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Fidelity's Winton: I'm not surprised small caps have done so badly

24 April 2023

The Fidelity UK Smaller Companies manager says a narrow band of growth stocks favoured by small-cap funds looked “incredibly expensive” when inflation began to rise.

By Anthony Luzio,

Editor, Trustnet Magazine

Fidelity UK Smaller Companies’ Jonathan Winton has said he is not surprised that UK small caps have done so badly since the inflation shock hit markets at the end of 2021, saying valuations in some areas had reached “exceptionally high levels” that left them vulnerable to a correction.

While the FTSE All Share has performed relatively well over the past 18 months, making 9.9%, the Numis Smaller Companies ex ITs index is down 14.8%. The IA UK Smaller Companies sector has fared even worse, falling 26.4%.

Performance of indices vs sector over 18 months

Source: FE Analytics

While small-cap valuations at the start of this period didn’t look excessive in general – price-to-earnings (P/E) ratios on the NSCI & AIM indices stood at 14.1x in September 2021 – Winton said that the overwhelming growth bias of UK small-cap funds led a narrow area of this market to become stretched.

September 2021 ratios

Source: JPMorgan Asset Management

“If you compared them to the normalised valuations that they should really have been trading on, they looked incredibly expensive,” he said.

“Calling when they would come off was very difficult, but you only needed a catalyst like interest rate rises to cause a significant sell-off.

“Given the inflation that we've seen, it's not a surprise that smaller companies have struggled to pass that on, either because they don't have the pricing power, or because there's a mismatch in terms of when they've been able to put the pricing through versus when they've had to take that cost inflation.

“In that context, I'm not surprised they've come back down to more normal levels and sold off significantly.”

Unlike most of his peers, Winton takes a value approach to investing in small-caps. This helps to explain why Fidelity UK Smaller Companies has limited losses to 1.7% over the past 18 months while its sector is down more than 20%.

Performance of fund vs sector and index over 18 months

Source: FE Analytics

He said that, because so few fund managers take a value approach to this area, there is a “genuine market inefficiency” to take advantage of. He also said that the growth bias means that when things go wrong, as they have done over the past 18 months, out-of-favour stocks can quickly fall to extremely depressed levels, creating a further tailwind for his strategy.

Yet he said few of his peers have been motivated by these conditions to move from growth to value.

“It will probably take some time for people to be persuaded,” he continued.

“Historically, value has been a strategy that has worked over very long periods of time, but when we look at the post-financial crisis environment, it really struggled, particularly during the first year of Covid.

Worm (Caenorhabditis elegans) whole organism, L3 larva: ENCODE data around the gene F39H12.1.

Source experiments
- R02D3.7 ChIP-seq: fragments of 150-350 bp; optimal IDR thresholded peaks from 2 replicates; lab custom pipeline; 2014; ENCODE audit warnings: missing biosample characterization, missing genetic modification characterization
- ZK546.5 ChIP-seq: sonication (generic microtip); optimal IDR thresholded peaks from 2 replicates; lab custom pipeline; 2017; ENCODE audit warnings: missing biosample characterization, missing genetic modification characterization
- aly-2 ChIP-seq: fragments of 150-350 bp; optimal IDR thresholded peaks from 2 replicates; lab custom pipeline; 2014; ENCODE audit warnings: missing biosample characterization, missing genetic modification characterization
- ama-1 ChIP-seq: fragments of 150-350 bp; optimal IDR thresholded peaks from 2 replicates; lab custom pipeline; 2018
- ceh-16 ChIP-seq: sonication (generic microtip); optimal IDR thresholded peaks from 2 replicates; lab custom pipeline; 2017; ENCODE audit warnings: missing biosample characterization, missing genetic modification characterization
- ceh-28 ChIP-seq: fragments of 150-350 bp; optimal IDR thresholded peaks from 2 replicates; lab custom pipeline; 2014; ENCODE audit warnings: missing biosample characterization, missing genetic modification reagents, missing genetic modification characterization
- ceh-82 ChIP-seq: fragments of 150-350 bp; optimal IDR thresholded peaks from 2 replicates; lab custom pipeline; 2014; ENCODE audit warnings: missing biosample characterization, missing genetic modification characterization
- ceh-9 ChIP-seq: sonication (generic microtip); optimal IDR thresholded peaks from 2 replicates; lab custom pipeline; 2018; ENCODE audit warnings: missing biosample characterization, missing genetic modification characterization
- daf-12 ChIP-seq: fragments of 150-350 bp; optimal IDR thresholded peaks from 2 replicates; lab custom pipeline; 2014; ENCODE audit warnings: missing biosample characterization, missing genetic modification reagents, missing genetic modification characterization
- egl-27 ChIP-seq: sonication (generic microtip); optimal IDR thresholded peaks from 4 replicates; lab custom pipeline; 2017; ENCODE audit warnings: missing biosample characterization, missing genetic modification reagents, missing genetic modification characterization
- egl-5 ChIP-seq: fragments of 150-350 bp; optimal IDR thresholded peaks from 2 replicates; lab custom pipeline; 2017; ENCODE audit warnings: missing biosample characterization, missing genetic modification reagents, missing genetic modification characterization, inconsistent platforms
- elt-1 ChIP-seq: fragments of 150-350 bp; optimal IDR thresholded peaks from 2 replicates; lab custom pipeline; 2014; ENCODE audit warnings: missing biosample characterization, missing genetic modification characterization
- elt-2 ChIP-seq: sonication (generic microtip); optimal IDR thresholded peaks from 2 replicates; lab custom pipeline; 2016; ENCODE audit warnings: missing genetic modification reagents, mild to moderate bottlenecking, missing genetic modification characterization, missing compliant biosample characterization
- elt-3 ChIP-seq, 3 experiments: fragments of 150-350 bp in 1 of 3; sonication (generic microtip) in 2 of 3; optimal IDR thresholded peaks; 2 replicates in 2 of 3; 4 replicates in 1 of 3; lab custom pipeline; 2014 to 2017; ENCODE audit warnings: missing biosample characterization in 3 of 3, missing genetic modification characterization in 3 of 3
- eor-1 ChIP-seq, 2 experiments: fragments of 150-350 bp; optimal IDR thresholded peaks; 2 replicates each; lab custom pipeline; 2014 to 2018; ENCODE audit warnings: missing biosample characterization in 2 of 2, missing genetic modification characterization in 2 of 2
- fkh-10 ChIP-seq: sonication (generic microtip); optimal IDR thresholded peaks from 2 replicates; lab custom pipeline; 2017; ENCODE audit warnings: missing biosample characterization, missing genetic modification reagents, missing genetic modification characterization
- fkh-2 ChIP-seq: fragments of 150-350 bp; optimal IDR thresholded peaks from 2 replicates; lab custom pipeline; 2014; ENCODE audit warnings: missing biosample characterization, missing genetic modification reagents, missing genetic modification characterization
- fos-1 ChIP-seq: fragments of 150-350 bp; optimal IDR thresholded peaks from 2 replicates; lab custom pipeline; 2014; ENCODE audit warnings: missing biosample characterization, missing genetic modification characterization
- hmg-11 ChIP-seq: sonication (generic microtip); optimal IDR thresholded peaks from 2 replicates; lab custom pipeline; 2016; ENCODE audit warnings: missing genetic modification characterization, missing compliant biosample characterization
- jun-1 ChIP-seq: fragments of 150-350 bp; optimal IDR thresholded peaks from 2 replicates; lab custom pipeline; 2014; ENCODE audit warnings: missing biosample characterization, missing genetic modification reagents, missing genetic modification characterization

“When people think monetary policy might turn they will probably go back to a lot of these growth names again: they're not willing to give up on some of the leaders that led the previous bull market. People haven't lost faith in growth investing.”

Winton added that what separates him from other managers who take a value approach is that he doesn’t just look for cheap stocks. Instead, he looks for companies that have recently taken a turn for the worse but where this is a catalyst for improvement on a three- to five-year horizon.

He said that the good news for all UK small-cap managers, whatever strategy they use, is that the domestic market has fallen so far out of favour, it contains numerous stocks that would be strong contenders for both value and growth strategies. In this way, he said investors are spoilt for choice.

While the UK has become significantly cheaper ever since it voted to leave the EU, Winton is optimistic it will eventually re-rate higher when international investors follow the “continual drumbeat of M&A” as Brexit falls “further into the rear-view mirror” and it becomes apparent that the impact on businesses has been relatively muted.

“A month or two ago, I probably would have said there's a decent chance of a hiatus because the funding environment has become more difficult,” he continued.

“But actually, in the last few weeks, we've seen quite a bit of M&A activity, which suggests that private equity is willing to look through the current uncertainty because of the valuations on offer.”

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Data provided by FE fundinfo. Care has been taken to ensure that the information is correct, but FE fundinfo neither warrants, represents nor guarantees the contents of information, nor does it accept any responsibility for errors, inaccuracies, omissions or any inconsistencies herein. Past performance does not predict future performance, it should not be the main or sole reason for making an investment decision. The value of investments and any income from them can fall as well as rise.